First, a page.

Investing in North Carolina stocks is not for the timid, as shown by this year’s annual list of the 75 largest public companies based in the state. While the Standard & Poor’s 500 notched a modest 5% gain during the year ended June 30, 32 Tar Heel companies gained or lost at least 20%. Big winners include small-capitalization drug stocks such as Cempra and Chimerix, which gained 220% and 111% respectively, while large-caps Lowe’s, Red Hat and Hanesbrands each jumped more than 35%. Several stocks disappointed, including SPX, Cree and EnPro Industries, each declining by more than 20%.
The average share price of the Top 75 at mid-year was about 22 times earnings, a red flag for most value-oriented investors, suggesting the market is near a peak, says Don Olmstead, managing director at Charlotte-based Novare Capital Management LLC, which compiled this year’s list. That’s higher than the ratio of 17.5 for the S&P because the North Carolina list includes more small, faster-growth companies. The average market cap of North Carolina-based companies is around $8 billion, while the S&P average is $32 billion.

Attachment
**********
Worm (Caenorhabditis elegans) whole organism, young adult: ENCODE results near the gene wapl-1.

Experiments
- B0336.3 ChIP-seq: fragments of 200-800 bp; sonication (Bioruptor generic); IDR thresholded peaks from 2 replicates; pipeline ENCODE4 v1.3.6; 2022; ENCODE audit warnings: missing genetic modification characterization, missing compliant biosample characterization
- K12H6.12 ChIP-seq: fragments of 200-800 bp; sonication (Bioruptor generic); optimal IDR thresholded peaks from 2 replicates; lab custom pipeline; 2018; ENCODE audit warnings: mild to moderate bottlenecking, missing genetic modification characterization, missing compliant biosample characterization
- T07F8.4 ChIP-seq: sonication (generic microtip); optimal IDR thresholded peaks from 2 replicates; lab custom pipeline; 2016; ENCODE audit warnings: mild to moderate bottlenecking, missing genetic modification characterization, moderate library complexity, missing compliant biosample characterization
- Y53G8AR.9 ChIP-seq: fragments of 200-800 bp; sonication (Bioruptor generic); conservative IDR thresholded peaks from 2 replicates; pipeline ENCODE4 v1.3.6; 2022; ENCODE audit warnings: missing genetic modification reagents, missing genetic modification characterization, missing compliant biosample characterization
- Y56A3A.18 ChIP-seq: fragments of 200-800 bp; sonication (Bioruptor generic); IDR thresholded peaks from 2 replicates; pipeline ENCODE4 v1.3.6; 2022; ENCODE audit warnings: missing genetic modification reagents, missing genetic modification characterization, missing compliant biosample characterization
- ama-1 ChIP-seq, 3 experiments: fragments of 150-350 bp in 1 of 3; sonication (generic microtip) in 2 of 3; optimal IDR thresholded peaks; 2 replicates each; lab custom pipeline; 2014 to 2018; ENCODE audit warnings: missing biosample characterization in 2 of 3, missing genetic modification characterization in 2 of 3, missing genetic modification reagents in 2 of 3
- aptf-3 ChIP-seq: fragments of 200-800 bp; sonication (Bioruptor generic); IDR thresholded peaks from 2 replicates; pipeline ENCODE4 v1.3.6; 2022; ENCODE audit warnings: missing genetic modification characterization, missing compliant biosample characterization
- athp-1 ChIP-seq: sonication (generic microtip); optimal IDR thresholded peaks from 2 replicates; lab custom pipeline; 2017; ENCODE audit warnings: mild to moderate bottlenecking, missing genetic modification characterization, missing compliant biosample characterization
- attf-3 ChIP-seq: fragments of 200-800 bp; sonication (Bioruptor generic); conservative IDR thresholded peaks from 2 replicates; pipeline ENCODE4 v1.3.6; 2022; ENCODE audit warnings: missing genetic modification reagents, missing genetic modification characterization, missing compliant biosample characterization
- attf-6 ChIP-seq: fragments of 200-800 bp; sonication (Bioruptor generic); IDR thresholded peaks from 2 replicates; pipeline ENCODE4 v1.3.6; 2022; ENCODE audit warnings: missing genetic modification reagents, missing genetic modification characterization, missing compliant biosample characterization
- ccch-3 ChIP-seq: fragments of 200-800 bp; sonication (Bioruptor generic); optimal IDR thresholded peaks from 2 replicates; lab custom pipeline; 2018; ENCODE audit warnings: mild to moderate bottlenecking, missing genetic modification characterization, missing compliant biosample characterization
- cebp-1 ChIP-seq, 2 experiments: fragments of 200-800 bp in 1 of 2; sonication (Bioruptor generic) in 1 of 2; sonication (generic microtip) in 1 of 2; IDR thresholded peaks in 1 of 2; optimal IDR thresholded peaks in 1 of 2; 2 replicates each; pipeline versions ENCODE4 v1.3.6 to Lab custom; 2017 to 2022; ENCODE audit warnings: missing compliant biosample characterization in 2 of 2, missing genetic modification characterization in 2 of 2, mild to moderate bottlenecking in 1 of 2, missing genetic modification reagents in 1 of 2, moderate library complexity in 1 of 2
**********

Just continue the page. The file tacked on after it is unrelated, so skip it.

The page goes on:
But an elevated PE ratio isn’t a signal to dump shares, because interest rates are at record lows and the economy is improving, Olmstead notes. “A PE of 22 isn’t outrageous,” he says. “Most economists expect growth to pick up in the second half because sales of cars and homes are increasing, more people are working and consumer confidence seems robust.”
Stronger consumer spending boosted results for retailers such as Lowe’s and apparel companies VF and Hanesbrands. Lowe’s is now North Carolina’s second-most valuable company, overtaking Duke Energy, which lost a half percent. More home sales benefited LendingTree, which pairs buyers with lenders. Its shares have increased more than tenfold since 2010, including 170% last year.
The best North Carolina stock to own last year was one of the least known: Chapel Hill-based Cempra tripled because investors are bullish about its experimental treatment for bacterial pneumonia, the most common bacterial infection. Shares jumped another 30% during the first three weeks of July and have increased more than sixfold since its initial public offering in February 2012.
Four companies on the list had IPOs compared with seven in 2014 and six the previous year. Bojangles’ raised $147 million in its May debut, landing at No. 46. Biscuits haven’t proved popular with investors, with shares trading lower than the first-day closing price.
The list includes few energy companies, which have dragged down results on the S&P 500 because of slumping oil prices, says James Harlow, a Novare vice president who helped compile the list. The top 75 also has few companies dependent on international sales. The strong dollar has made American goods less competitive overseas.
Sealed Air, the largest corporate relocation in Charlotte history, starts at No. 12 after moving from New Jersey. The packaging company posted a 52% gain last year as margins improved after cost cutting.